On the Shavathon website, this event is promoted as a way of showing solidarity with cancer survivors, or with people who are fighting cancer right now, or with loved ones who have died from cancer. Although I think that’s nice in theory, and does probably make one feel good and worthwhile, I do also wonder whether it makes any difference to those who did go through the hell of chemo and radiation etc. that huge crowds of people shave or spray their hair on one/two days a year. What do you think?

      You know what, Lisa? It’s just hair! It’ll all grow back. It’s no big deal. 🙂

    • Your arguments sound so good . . . in theory! 😉

      I told Willie about your scheme last night. He says I don’t go out much in mid-summer, so not many people will see me “bald”. Plus, it would be nice and cool.

      All true, but I have long hair at the moment and I think it would be too psychologically traumatizing. Maybe next year . . .

    • Hello Tinkerbelle,

      Welcome to my blog, and thank you so much for leaving a comment, because that meant I could go and look at your blog, which made me laugh so much! So thank you, and you now have a new subscriber. 🙂

      On a serious note, though, I hope that your sister has recovered by now? And good on her male friends for supporting her like that, I’m sure it made her feel a lot less lonely.

  1. Hi Reggie,
    My youngest sister lost all her hair during chemo treatments for breast cancer a couple of months ago. She was shocked at how quickly it fell out over the course of just a couple of days. She’s been wearing hats and scarves to stay warm during the winter here. She found it cool even in the house.

    This year for Christmas one of my sons gave me a hope bracelet which is sold as a cancer fundraiser in Newfoundland. The bracelet consists of a string of colored crystals, each one meant to represent a different type of cancer. A card in the box lists all the types along with the color. On the cover of the box the question is asked: “Who are you wearing it for?” I thought it was a brilliant campaign idea.

    My mom has been a cancer patient for almost 8 years. When she was first diagnosed with colorectal cancer she was told by several doctors that she had only 3 months to live. Despite the grim verdict, she proved them all wrong and feels healthier now than ever. She even had her colostomy reversed which is unheard of among patients who have had one for such a long time (6 years) and are in their late seventies. Sometimes hope is all we have, but it can be enough.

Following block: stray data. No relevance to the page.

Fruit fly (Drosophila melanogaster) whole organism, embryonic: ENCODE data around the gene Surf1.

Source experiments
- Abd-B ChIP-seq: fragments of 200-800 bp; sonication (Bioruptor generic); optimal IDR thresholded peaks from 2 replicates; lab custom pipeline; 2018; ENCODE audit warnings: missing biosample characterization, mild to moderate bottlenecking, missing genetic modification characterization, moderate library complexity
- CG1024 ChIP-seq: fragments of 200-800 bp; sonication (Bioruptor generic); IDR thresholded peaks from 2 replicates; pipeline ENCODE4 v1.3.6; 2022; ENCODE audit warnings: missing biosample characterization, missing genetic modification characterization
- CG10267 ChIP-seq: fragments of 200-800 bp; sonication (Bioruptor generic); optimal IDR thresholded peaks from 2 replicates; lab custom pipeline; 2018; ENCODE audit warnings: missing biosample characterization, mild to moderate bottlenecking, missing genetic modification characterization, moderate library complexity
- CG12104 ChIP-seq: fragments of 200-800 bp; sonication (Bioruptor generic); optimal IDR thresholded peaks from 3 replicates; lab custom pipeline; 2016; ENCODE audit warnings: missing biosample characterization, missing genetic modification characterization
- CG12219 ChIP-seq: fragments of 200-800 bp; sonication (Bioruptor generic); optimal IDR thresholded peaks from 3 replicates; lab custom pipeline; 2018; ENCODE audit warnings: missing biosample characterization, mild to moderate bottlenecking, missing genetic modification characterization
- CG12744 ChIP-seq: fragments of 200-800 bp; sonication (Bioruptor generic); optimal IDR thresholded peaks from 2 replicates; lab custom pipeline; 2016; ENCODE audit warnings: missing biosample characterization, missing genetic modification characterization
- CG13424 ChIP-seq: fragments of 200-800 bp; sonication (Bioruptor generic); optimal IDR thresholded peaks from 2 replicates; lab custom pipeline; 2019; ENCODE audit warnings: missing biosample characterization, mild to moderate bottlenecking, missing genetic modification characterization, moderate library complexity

• Hello Amy, thank you so much for sharing your story, it really brings it home.

      It really is frightening when you sit down to make a list of all the people you know who have had cancer, or who have died from cancer, or who are still fighting it – whether in your family, or your circle of friends, or among your colleagues from work, or even your blog friends.

      Blessings and healing thoughts to your sister and your mother – may they both fully recover and be full of health and energy for the rest of their lives. 🙂

      I really love the idea of the bracelet. Do you have a photo of it on your blog? I’d love to see what it looks like.

      • You’re welcome – and thank you so much for the photos – it looks really beautiful and like an inspirational idea. I think I shall forward the idea to CANSA, if that’s okay.

    • Reggie, that campaign has been so successful in Newfoundland that it’s been a challenge for them to keep up with the demand for bracelets. In Ontario where my family lives, they have other jewelry fund raisers for cancer. I don’t think it’s an idea that anyone ‘owns.’

    • I agree, Al. The bail-out option is really nice if you arrive at the venue and suddenly panic at the thought of shaving it all off.

      The spray that they used on Richard’s hair came out in a single wash, which was nice. It would’ve made a mess of clothes and bedding otherwise.

      The ‘downside’ (for me!) is that he only had one day of looking a little silly and colourful 🙂 – but now he looks completely normal again, whereas it is going to take a while for me to have my ‘normal’ spiky-stick-up-everywhere hair again… 😉